Tempah, a 22-year-old product of London’s dubstep scene who released his first album, Disc-Overy, last year, won trophies for British breakthrough act and British single, for “Pass Out.”
Dressed in a snazzy white dinner jacket and black-rimmed spectacles, Tempah dedicated his best single award to “U.K. music, peace and love.”
Plan B – a hip-hop artist who changed direction and hit the charts with the Motown-influenced concept album The Defamation of Strickland Banks – was named British male solo artist of the year.
Retro hipsters Mumford & Sons took the trophy for British album of the year, for their banjo and mandolin-laced debut, Sigh No More.
Band member Marcus Mumford said the band was “very honored, very humbled” by the prize.
“This is very bizarre, very strange,” he said.
Although they reached the top 10 of the U.S. album chart and performed at Sunday’s Grammy Awards alongside Bob Dylan, the Brits show was Mumford and Sons’ first prime-time TV appearance in Britain.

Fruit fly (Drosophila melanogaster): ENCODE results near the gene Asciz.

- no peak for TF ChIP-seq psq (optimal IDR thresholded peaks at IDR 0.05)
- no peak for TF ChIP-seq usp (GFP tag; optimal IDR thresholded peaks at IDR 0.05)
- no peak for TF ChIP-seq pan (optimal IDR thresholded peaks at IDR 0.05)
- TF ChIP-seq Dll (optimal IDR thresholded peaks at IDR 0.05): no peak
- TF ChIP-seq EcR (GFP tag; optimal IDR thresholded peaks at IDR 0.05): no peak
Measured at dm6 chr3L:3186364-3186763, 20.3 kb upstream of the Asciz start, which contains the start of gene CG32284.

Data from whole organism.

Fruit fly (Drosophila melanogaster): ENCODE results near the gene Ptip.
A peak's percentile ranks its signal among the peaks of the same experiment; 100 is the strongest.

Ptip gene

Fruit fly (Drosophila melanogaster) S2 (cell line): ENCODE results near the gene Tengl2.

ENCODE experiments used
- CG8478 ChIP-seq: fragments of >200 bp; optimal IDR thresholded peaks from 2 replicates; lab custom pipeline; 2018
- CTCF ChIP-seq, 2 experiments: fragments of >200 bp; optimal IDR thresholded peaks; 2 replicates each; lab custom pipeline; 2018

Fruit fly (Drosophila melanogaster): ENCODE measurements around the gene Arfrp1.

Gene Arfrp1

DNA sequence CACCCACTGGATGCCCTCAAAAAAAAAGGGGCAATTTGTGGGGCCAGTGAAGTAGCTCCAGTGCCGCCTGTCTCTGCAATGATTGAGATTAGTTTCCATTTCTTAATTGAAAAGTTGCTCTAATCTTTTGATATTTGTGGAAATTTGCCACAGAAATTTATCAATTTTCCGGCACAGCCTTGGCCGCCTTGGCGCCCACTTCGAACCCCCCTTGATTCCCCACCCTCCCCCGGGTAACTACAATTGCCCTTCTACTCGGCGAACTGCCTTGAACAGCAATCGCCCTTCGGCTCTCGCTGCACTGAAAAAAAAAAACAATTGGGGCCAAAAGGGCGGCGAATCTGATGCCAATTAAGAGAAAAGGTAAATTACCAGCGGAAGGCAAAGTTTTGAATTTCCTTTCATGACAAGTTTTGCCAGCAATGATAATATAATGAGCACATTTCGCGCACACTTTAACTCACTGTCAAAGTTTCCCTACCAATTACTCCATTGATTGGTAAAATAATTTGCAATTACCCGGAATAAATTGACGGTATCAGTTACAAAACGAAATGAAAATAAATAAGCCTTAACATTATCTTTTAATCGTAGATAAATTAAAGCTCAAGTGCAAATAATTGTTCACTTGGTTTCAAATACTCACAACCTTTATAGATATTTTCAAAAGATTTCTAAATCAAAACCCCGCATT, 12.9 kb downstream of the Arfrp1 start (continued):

Grown-up boy band Take That – reunited and still huge in Britain 15 years after their original prime – took the prize for best British group, while folky singer-songwriter Laura Marlin was named best British female solo artist of the year.
Montreal indie band Arcade Fire continued its recent run of awards success with prizes for international group and international album of the year, for The Suburbs.
Singer Win Butler alluded to the cries of “Who?” from some quarters that greeted the band’s album of the year victory at the Grammys on Sunday, by advising people unfamiliar with the group to “check it out on Google.”
Long criticized as dull and predictable, the Brits had a revamp this year, with a new Union Jack-striped award statuette designed by Vivienne Westwood and a tighter show with more live performances.
Adele, Mumford and Sons, Arcade Fire, Rihanna and Green – fresh from a psychedelic Grammys appearance with Gwyneth Paltrow and the Muppets – were among the acts performing at London’s O2 Arena.
Green struck a more elegant note Tuesday, performing his hit “Forget You” dressed in a white suit with red boutonniere.
“Good to see that the British music industry still has enough money for a good booze-up,” he said.
Ovation of the night went to Take That, who performed their song “Kidz” amid a phalanx of dancers dressed as riot police, in an apparent nod to Britain’s student protesters.
Most of the awards are chosen by 1,000 music critics and record industry figures, with several decided by public vote.